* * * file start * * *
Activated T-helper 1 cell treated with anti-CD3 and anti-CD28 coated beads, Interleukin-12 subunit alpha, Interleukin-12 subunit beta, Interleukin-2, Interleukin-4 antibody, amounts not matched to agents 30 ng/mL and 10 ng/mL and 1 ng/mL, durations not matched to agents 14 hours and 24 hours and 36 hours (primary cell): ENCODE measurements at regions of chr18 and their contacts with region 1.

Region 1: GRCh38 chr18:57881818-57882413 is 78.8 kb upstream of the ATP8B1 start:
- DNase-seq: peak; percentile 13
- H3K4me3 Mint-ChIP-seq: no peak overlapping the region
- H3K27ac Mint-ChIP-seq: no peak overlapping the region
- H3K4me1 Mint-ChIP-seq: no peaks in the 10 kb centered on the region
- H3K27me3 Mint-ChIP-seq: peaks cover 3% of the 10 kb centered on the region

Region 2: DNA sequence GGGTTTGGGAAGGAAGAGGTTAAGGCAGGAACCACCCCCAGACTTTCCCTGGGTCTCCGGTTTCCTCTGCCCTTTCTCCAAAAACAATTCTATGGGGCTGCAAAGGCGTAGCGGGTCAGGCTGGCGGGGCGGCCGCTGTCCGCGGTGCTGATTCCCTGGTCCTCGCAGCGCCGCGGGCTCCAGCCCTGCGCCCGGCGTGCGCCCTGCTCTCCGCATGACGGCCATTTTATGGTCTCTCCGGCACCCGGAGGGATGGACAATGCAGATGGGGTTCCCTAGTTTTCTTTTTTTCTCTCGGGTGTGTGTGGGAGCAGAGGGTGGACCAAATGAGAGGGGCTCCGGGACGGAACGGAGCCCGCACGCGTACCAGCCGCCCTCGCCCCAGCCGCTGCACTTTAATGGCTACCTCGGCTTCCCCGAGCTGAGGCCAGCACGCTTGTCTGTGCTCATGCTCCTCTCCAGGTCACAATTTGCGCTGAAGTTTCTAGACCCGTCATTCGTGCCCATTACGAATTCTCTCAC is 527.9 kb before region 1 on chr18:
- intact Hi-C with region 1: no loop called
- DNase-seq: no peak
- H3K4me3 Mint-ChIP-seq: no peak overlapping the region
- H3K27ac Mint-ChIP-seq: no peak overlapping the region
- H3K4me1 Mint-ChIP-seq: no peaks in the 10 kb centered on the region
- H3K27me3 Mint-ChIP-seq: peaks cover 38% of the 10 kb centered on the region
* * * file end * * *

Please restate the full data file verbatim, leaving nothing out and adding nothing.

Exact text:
Activated T-helper 1 cell treated with anti-CD3 and anti-CD28 coated beads, Interleukin-12 subunit alpha, Interleukin-12 subunit beta, Interleukin-2, Interleukin-4 antibody, amounts not matched to agents 30 ng/mL and 10 ng/mL and 1 ng/mL, durations not matched to agents 14 hours and 24 hours and 36 hours (primary cell): ENCODE measurements at regions of chr18 and their contacts with region 1.

Region 1: GRCh38 chr18:57881818-57882413 is 78.8 kb upstream of the ATP8B1 start:
- DNase-seq: peak; percentile 13
- H3K4me3 Mint-ChIP-seq: no peak overlapping the region
- H3K27ac Mint-ChIP-seq: no peak overlapping the region
- H3K4me1 Mint-ChIP-seq: no peaks in the 10 kb centered on the region
- H3K27me3 Mint-ChIP-seq: peaks cover 3% of the 10 kb centered on the region

Region 2: DNA sequence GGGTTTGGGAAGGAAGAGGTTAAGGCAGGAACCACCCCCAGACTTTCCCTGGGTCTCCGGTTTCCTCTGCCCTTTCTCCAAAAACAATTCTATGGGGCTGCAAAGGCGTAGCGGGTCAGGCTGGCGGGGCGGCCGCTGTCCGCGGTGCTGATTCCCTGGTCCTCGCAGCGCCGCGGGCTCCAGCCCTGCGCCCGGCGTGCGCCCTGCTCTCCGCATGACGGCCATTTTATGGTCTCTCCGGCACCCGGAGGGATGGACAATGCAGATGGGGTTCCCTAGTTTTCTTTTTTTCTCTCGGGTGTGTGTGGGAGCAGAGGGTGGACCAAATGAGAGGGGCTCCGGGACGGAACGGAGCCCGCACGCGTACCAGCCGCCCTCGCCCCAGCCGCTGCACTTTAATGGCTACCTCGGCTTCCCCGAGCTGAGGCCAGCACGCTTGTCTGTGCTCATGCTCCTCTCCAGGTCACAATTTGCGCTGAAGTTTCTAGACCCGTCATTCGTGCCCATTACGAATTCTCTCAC is 527.9 kb before region 1 on chr18:
- intact Hi-C with region 1: no loop called
- DNase-seq: no peak
- H3K4me3 Mint-ChIP-seq: no peak overlapping the region
- H3K27ac Mint-ChIP-seq: no peak overlapping the region
- H3K4me1 Mint-ChIP-seq: no peaks in the 10 kb centered on the region
- H3K27me3 Mint-ChIP-seq: peaks cover 38% of the 10 kb centered on the region